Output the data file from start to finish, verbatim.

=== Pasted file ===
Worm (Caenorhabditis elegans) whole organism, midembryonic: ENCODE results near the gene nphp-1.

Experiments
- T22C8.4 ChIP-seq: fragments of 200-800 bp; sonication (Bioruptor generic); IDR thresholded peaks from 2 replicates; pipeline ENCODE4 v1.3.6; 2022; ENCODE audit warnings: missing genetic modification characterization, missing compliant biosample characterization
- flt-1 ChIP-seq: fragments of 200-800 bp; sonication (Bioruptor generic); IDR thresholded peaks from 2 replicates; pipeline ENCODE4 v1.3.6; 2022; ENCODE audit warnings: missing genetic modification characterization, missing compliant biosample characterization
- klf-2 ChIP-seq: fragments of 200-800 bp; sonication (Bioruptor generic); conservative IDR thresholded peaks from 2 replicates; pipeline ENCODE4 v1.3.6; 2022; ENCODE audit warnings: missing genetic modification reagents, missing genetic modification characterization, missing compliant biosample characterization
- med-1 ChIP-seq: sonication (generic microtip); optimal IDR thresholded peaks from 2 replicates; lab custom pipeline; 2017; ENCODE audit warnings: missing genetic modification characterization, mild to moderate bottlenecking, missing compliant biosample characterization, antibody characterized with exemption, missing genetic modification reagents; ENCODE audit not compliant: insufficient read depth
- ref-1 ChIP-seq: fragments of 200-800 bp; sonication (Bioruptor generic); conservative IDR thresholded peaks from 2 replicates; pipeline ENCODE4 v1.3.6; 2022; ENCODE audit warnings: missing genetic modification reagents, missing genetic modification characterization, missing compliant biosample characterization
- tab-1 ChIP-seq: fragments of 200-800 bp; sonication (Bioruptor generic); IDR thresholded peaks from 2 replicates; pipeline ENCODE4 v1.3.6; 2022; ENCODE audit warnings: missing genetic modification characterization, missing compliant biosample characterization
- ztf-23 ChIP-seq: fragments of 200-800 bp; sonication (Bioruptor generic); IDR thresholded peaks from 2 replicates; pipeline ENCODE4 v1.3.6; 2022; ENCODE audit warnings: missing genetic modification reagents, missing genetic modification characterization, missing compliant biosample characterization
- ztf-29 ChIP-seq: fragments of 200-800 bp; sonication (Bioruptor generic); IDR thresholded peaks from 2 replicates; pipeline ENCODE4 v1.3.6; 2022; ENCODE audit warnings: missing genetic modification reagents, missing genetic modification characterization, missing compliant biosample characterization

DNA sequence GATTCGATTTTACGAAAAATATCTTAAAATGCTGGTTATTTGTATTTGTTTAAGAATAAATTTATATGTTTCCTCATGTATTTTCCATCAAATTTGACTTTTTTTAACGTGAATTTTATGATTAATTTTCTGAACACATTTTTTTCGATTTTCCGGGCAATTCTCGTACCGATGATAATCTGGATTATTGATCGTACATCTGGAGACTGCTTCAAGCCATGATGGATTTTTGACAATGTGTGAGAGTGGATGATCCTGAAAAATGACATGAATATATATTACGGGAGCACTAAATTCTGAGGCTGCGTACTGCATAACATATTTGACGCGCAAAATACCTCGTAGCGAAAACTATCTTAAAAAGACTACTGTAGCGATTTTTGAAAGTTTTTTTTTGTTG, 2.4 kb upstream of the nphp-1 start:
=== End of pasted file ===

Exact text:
Worm (Caenorhabditis elegans) whole organism, midembryonic: ENCODE results near the gene nphp-1.

Experiments
- T22C8.4 ChIP-seq: fragments of 200-800 bp; sonication (Bioruptor generic); IDR thresholded peaks from 2 replicates; pipeline ENCODE4 v1.3.6; 2022; ENCODE audit warnings: missing genetic modification characterization, missing compliant biosample characterization
- flt-1 ChIP-seq: fragments of 200-800 bp; sonication (Bioruptor generic); IDR thresholded peaks from 2 replicates; pipeline ENCODE4 v1.3.6; 2022; ENCODE audit warnings: missing genetic modification characterization, missing compliant biosample characterization
- klf-2 ChIP-seq: fragments of 200-800 bp; sonication (Bioruptor generic); conservative IDR thresholded peaks from 2 replicates; pipeline ENCODE4 v1.3.6; 2022; ENCODE audit warnings: missing genetic modification reagents, missing genetic modification characterization, missing compliant biosample characterization
- med-1 ChIP-seq: sonication (generic microtip); optimal IDR thresholded peaks from 2 replicates; lab custom pipeline; 2017; ENCODE audit warnings: missing genetic modification characterization, mild to moderate bottlenecking, missing compliant biosample characterization, antibody characterized with exemption, missing genetic modification reagents; ENCODE audit not compliant: insufficient read depth
- ref-1 ChIP-seq: fragments of 200-800 bp; sonication (Bioruptor generic); conservative IDR thresholded peaks from 2 replicates; pipeline ENCODE4 v1.3.6; 2022; ENCODE audit warnings: missing genetic modification reagents, missing genetic modification characterization, missing compliant biosample characterization
- tab-1 ChIP-seq: fragments of 200-800 bp; sonication (Bioruptor generic); IDR thresholded peaks from 2 replicates; pipeline ENCODE4 v1.3.6; 2022; ENCODE audit warnings: missing genetic modification characterization, missing compliant biosample characterization
- ztf-23 ChIP-seq: fragments of 200-800 bp; sonication (Bioruptor generic); IDR thresholded peaks from 2 replicates; pipeline ENCODE4 v1.3.6; 2022; ENCODE audit warnings: missing genetic modification reagents, missing genetic modification characterization, missing compliant biosample characterization
- ztf-29 ChIP-seq: fragments of 200-800 bp; sonication (Bioruptor generic); IDR thresholded peaks from 2 replicates; pipeline ENCODE4 v1.3.6; 2022; ENCODE audit warnings: missing genetic modification reagents, missing genetic modification characterization, missing compliant biosample characterization

DNA sequence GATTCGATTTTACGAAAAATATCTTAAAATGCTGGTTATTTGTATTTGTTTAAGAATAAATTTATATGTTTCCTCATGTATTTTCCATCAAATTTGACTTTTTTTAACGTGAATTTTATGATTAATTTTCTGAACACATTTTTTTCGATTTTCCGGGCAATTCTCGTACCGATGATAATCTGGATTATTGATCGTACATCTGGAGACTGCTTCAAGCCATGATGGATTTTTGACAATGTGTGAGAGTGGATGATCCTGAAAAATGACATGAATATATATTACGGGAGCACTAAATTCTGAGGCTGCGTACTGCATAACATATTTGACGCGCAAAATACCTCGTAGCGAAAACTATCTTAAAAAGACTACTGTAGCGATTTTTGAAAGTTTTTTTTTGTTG, 2.4 kb upstream of the nphp-1 start: